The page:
The Crown Estate is commencing work to design and deliver a new leasing opportunity for early commercial-scale floating wind projects in the Celtic Sea
The leasing process will focus on projects of circa 300 MW in scale – up to three times larger than any rights previously awarded to floating wind in the UK. The plan is an important first step towards delivering on the government’s target of 1 GW of floating wind by 2030.
The news follows The Crown Estate’s invitation to the market, in December 2020, to come forward with views on how best to accelerate the development of floating wind in the UK, including welcoming feedback on the potential scale and location of future rights and the best route to help build the related supply chain.
Since then, The Crown Estate has received and reviewed input from over 30 interested market participants across industry and other key stakeholder groups, with feedback confirming that there is strong interest in new floating wind rights, from a capable and motivated pool of potential market participants.
The Crown Estate said it was clear that the market is confident that current floating wind technology will allow the sector to move to the next phase and deploy early commercial-scale projects, and that there is an appetite to develop projects that are around 300 MW in size, moving the sector onto an ‘early commercial’ phase, with a desire for a pipeline of opportunities that helps to continue to build market confidence. Consultations also indicated there is strong interest in project locations in the Celtic Sea – the waters in the region around the south Wales coast and the southwest peninsular.
Reflecting the findings from the market engagement process, the leasing process will focus on maximising the opportunity for clean electricity, while ensuring environmental protection of the marine environment. The Crown Estate will provide further details on leasing design in the coming months.
The leasing process builds on The Crown Estate’s work to support the development of floating wind technology through its test and demonstration opportunity, which last year awarded rights to developers Blue Gem Wind, for the proposed 96-MW Erebus floating wind project, in the Welsh waters of the Celtic Sea.
Alongside its work to design this early commercial-scale floating wind leasing opportunity, The Crown Estate will also explore how best to support pre-commercial, smaller projects that will continue to be an important part of developing new technologies for a range of seabed conditions and locations. It will set out its approach alongside the broader leasing process in the coming months.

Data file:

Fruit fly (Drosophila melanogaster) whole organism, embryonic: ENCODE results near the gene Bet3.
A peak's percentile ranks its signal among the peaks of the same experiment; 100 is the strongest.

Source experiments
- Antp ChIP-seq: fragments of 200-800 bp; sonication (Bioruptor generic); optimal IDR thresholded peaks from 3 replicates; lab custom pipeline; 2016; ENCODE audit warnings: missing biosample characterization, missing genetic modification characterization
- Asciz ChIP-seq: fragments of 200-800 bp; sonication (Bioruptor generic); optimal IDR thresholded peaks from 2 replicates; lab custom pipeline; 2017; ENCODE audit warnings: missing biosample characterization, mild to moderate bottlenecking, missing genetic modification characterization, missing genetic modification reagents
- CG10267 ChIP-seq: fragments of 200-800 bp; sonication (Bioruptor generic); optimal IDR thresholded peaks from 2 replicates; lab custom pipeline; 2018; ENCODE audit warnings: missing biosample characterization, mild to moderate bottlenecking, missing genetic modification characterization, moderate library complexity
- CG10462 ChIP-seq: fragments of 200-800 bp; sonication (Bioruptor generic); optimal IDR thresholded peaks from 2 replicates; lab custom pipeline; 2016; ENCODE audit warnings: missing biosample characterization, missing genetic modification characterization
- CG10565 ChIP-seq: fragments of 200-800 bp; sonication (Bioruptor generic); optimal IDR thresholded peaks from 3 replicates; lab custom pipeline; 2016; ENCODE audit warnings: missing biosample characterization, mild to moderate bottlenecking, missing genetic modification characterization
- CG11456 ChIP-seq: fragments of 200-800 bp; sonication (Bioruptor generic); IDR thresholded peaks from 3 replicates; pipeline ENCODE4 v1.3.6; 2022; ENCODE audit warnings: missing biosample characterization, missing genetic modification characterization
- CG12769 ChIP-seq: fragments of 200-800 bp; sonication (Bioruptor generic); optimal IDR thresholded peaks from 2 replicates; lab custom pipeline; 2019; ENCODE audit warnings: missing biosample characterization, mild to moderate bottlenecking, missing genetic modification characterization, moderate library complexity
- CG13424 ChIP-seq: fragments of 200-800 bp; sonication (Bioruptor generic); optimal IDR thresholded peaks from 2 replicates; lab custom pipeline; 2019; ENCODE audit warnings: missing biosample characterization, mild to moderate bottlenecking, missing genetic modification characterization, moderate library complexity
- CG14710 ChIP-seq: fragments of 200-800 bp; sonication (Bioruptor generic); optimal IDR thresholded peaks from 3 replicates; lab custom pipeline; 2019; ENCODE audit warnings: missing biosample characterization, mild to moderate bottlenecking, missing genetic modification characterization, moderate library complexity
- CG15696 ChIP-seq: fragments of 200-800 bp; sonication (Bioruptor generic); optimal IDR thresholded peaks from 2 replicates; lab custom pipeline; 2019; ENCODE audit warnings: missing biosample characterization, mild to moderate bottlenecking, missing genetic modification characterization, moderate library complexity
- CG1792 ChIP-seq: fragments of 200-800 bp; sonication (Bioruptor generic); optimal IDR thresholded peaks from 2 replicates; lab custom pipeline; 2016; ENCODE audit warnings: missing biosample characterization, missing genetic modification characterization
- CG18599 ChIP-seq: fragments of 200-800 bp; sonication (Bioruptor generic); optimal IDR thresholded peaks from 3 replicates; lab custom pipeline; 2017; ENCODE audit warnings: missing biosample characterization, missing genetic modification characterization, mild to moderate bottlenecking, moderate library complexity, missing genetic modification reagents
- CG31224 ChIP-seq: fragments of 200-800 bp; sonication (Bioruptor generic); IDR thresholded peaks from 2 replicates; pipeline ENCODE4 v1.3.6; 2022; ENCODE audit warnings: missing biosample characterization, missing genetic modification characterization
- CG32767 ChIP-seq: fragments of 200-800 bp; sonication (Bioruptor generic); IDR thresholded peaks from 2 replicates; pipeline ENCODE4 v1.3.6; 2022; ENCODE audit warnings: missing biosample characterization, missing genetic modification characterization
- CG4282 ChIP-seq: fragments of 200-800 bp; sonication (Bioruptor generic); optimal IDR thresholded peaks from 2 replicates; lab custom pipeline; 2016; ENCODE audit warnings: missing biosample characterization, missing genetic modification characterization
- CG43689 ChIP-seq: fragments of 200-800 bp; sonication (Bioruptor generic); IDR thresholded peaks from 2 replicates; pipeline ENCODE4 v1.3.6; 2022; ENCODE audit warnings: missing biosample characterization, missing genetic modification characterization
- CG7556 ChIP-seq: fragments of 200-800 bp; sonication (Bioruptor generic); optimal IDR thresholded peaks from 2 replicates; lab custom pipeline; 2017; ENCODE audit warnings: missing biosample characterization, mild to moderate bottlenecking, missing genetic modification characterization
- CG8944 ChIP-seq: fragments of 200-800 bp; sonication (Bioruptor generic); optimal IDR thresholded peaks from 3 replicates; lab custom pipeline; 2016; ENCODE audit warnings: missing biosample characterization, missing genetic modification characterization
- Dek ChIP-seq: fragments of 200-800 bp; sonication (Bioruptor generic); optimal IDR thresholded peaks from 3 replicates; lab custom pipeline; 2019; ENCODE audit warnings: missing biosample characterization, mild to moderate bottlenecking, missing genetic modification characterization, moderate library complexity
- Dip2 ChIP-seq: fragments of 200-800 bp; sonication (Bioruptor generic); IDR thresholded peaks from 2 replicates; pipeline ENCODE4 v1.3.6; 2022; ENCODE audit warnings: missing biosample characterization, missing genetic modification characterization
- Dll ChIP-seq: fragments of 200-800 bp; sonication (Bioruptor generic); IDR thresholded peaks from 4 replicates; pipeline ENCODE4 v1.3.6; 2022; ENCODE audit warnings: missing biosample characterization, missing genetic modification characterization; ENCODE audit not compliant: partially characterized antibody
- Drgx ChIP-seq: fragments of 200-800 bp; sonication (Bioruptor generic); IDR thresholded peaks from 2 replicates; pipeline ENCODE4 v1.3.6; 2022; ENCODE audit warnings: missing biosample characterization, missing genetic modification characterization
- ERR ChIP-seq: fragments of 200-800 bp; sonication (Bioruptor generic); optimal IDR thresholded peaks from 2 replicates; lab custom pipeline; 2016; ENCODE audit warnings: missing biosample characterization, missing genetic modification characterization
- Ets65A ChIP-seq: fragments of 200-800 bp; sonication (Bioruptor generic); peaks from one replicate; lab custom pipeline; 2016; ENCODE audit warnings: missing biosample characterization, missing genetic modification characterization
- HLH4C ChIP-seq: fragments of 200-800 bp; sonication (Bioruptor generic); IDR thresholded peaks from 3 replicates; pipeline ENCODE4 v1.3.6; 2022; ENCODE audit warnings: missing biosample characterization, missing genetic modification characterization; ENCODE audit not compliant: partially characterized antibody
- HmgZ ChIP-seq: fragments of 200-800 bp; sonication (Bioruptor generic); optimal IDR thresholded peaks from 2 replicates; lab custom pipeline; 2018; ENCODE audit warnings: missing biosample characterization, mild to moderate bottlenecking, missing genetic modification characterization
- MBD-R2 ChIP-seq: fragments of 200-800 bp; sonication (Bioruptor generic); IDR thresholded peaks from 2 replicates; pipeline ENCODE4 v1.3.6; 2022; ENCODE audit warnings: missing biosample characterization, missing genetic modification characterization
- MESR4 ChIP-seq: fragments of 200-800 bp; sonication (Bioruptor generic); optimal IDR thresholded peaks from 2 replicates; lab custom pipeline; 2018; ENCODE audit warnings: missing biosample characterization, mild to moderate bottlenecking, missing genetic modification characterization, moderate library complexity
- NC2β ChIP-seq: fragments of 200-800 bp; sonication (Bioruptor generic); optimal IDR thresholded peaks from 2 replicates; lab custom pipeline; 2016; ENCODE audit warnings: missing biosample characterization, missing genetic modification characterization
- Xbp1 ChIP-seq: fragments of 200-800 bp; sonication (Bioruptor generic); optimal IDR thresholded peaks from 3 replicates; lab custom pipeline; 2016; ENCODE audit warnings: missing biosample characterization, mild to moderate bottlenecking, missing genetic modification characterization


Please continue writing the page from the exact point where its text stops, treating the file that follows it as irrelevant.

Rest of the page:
The Crown Estate is also exploring ways in which it can promote more collaboration across the sector to accelerate development and maximise its economic and social value – through supply chain and other benefits, especially to those communities local to projects. As part of this, The Crown Estate is considering what other enabling actions it could take to facilitate the sector, shared infrastructure that will be vital for supporting a sector that can be a critical part of the UK’s net-zero economy.
The Crown Estate director of energy, minerals and infrastructure Huub den Rooijen said, “Floating offshore wind is the next frontier of the UK’s clean energy ambitions, offering an exciting opportunity to deliver more green energy, in new areas offshore.
“As a technology that will be important for the UK’s pathway to net zero, we are focused on helping to unlock its potential in a way that is sensitive to our precious marine habitats, considers interactions with other uses of the sea, and is compatible with other critical processes such as the tender for Leasing Round 4.”
Energy Minister Anne-Marie Trevelyan said floating offshore projects “are going to be vital” to unlocking the full potential of natural resources and ensuring that the UK remains a world-leader in offshore wind. Welsh Secretary Simon Hart said the announcement will put the Celtic Sea at the forefront of the green job revolution.
RenewableUK head of policy and regulation Rebecca Williams said floating wind in the Celtic Sea will help the UK to maintain its global lead in the technology. “There is a huge appetite in industry to deploy this innovative technology. Floating wind is essential for the UK to reach its legally-binding net-zero emissions target by 2050 – we can’t get there without it.”